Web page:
Researching the beam story, I strayed upon a new telling of the story of Little Crow’s death related by Nathan Lamson’s daughter, Mary Elizabeth. Mary was 57 in 1913 when her story appeared in the Mankato Free Press on December 27, 1913:
“Mrs. Mary Elizabeth Lamson, 1011 Sixth street southeast [Minneapolis?], a daughter of Mr. Lamson, was a child of five at the time of the shooting and recalls many of the events of those exciting days.
“My father owned a farm about two and one-half miles from Hutchinson in the direction of Lake Belden, but we had abandoned the farm and were in Hutchinson with other settlers for protection against Indian attacks,” said Mrs. Lamson of the shooting of Little Crow. “Our temporary home within the stockade consisted of a covering of poplar poles with hay, and blankets spread over brush to form a place to sleep. So many families had fled to Hutchinson in haste without bringing food with them that the supply was short and I can remember crying myself to sleep because of hunger and dread of Indians.
I can recall seeing the Cross family, the mother and two little children* who had been murdered within a hundred yards of the stockade. In some way I eluded my father and went over to see them. They had not been scalped, simply chopped with an ax and I never forgot that awful sight.
On the third of July  my father and brother Chauncey left Hutchinson to look after the stock which had been [clipping fragment missing]…. old fashioned muzzle-loading rifles so common in those days.
As they were following an old logging road which lay through heavy timber, my father cautioned Chauncey to be more quiet for there was always the possibility of an Indian lurking in the brush. Chauncey laughed at the idea, but did not finish his reply before he exclaimed, “There’s two, father.”
The men separated, one going into the brush at either side of the roadway. Little Crow and his son, the Appearing One, had been picking berries and saw my father and brother at the moment they were discovered. Both parties fired at the same time. None of the shots took effect and my father reloaded. At his second shot, he saw one of the Indians leap to his feet, cry out and fall forward. A second shot from one of the Indians wounded my father in the shoulder as he crouched in the bushes. The ball plowed a furrow about six inches in length across his left shoulder and caused him great difficulty in reloading his rifle.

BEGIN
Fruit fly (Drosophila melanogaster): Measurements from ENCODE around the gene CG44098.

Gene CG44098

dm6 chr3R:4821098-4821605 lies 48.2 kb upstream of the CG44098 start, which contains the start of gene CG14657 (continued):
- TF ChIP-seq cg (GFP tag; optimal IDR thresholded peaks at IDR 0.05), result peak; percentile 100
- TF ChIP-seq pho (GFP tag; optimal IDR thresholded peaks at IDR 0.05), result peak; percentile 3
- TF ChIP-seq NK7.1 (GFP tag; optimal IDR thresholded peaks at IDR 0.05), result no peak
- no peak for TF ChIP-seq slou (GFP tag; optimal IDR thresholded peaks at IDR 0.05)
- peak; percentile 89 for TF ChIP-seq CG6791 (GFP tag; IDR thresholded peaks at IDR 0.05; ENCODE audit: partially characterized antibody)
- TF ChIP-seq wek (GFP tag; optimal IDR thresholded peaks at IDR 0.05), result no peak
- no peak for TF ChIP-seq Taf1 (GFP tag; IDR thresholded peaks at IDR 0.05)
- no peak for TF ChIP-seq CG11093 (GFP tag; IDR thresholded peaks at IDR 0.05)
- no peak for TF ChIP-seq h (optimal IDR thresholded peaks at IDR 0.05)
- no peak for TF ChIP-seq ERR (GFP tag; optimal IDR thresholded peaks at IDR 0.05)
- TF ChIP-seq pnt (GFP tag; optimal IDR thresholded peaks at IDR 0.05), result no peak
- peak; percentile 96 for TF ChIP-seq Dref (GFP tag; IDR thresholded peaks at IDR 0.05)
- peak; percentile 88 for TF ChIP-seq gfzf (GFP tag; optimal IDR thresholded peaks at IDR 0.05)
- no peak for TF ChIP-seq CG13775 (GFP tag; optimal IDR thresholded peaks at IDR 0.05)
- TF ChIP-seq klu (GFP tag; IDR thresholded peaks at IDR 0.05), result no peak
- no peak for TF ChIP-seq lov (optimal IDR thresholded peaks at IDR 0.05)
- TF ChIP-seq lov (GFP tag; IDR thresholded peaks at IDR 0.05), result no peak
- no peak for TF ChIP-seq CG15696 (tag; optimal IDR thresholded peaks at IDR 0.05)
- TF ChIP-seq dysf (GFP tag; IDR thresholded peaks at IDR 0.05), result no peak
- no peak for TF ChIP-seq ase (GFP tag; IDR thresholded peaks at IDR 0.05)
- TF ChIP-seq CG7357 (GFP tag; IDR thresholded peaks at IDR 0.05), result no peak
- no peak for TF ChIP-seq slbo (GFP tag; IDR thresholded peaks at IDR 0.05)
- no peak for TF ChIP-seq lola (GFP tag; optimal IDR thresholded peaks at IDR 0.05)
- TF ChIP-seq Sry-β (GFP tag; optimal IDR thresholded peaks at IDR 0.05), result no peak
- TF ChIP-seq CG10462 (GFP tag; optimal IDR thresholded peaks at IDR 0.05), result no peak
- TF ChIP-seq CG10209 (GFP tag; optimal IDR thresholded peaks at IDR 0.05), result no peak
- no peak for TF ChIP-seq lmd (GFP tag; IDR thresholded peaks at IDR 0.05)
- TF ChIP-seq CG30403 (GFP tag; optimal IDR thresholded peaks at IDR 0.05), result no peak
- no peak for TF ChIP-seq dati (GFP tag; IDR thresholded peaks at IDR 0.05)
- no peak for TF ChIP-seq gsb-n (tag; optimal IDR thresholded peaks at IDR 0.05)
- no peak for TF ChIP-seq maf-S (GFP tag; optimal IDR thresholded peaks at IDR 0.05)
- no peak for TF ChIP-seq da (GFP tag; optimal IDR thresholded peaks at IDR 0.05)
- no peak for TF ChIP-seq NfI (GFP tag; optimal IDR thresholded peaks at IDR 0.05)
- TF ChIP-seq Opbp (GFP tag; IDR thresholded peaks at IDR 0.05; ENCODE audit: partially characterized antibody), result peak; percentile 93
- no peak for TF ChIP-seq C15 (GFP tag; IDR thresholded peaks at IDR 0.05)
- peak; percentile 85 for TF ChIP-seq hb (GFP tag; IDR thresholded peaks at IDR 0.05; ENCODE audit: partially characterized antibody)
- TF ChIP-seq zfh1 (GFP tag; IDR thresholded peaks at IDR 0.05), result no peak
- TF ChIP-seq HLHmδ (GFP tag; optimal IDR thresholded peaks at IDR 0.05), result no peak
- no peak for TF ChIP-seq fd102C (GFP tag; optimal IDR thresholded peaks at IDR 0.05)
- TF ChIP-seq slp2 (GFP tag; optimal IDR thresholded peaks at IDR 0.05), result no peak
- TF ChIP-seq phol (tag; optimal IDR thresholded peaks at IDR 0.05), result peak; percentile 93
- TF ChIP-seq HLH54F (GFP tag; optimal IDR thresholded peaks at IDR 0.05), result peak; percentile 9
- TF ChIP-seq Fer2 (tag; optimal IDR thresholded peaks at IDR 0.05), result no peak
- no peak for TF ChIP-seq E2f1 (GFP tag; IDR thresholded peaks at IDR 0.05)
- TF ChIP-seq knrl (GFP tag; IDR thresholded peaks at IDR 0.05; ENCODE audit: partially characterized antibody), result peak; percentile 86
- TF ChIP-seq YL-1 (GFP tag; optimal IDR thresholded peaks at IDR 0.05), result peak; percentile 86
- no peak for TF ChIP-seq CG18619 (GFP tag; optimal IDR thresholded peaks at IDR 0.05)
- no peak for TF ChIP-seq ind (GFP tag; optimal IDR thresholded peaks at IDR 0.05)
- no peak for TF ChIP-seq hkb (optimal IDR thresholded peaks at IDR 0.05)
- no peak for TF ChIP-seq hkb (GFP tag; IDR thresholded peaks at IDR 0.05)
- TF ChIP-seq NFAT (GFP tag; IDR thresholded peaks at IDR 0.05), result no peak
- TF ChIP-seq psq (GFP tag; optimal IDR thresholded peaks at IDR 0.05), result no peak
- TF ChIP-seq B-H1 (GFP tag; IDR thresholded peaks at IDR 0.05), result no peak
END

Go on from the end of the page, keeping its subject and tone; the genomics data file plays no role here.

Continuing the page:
Nathan Lamson crouched near the spot where he had entered the timber afraid to move because he feared there might be other Indians nearby. Chauncey crawled away after the second exchange of shots and returned to the stockade in Hutchinson about eleven o’clock that night. My father remained on the scene of the shooting until morning.
“Where’s my papa?” I demanded when Chauncey returned.
“Oh, he’s all right,” said Chauncey. “He’s out there in the woods.”
My mother fainted when my brother returned alone and I recall begging the rough old doctor who was attending her not to let my mother die.
At daylight my father returned to the stockade and a few hours afterward, Albert, my youngest brother, was born in the rude shelter of poplar poles we called home.
Soon after my father came in, bleeding and tired, the mounted soldiers from the fort lined up to go after the body of the Indian. I remember that an older brother of mine was second from the captain as they set out. When they returned they had the body of Little Crow on a blanket in the bottom of a wagon. With other children, I climbed up on the wheel of the wagon to see the Indian.
“Oh, look at the Indian my father shot,” I cried.
The body of Little Crow was placed near McGraw’s store where all the village might see it. He had been shot through the stomach. Of this I am certain for I heard my father repeat it many times. There was no wound or bullet hole in his head.
The body of Little Crow was buried near Hutchinson and I recall the men of the town starting out for this task. Years afterward Governor Merriam requested the guns of my father and Little Crow be sent down to St. Paul. Little Crow had a double-barreled shot gun, which is now in the possession of a brother of mine living in British Columbia.
My father was particularly bitter against the Sioux for a half-sister of mine, Harriet Adams, had been captured by a party of them and kept captive twenty-one days [fragment missing]…. Her young baby was [killed by] the brutes.
[Fragment missing.] …ways promised me Little Crow’s beaded moccasins which he took from the body, but these were lost….
Mrs. Lamson is one of the five surviving children of a family of 20. J.B. Lamson of Annandale, Minn., is the only one living in this state.”
I’ve never before heard that captive Harriet Adams was Nathan Lamson’s daughter and that her dead baby was Lamson’s grandchild.
I’ll be updating the text of this post to fill in the missing text when I have a chance to look up the microfilm and to follow the internal clues that the story was probably reprinted from the Minneapolis Tribune.
*Note on the “Cross family:” When I could not find any mother and two children surnamed “Cross” among the known dead in Meeker County, I checked with Curt Dahlin, who currently maintains the most comprehensive lists of identified dead. Curt suggests the description matches Mrs. Spaud and her children.
Source: “Anniversary of the Hanging Thirty-Eight Sioux Indians –Daughter of Nathan Lamson of Minneapolis Recalls Stirring Pioneer Days –Slaying of Little Crow is Described By Mill City Woman” Mankato Free Press, December 27, 1913. Clipping from the Executions subject file at the Blue Earth County Historical Society.
Photo: Carrie Reber Zeman October 3, 2011.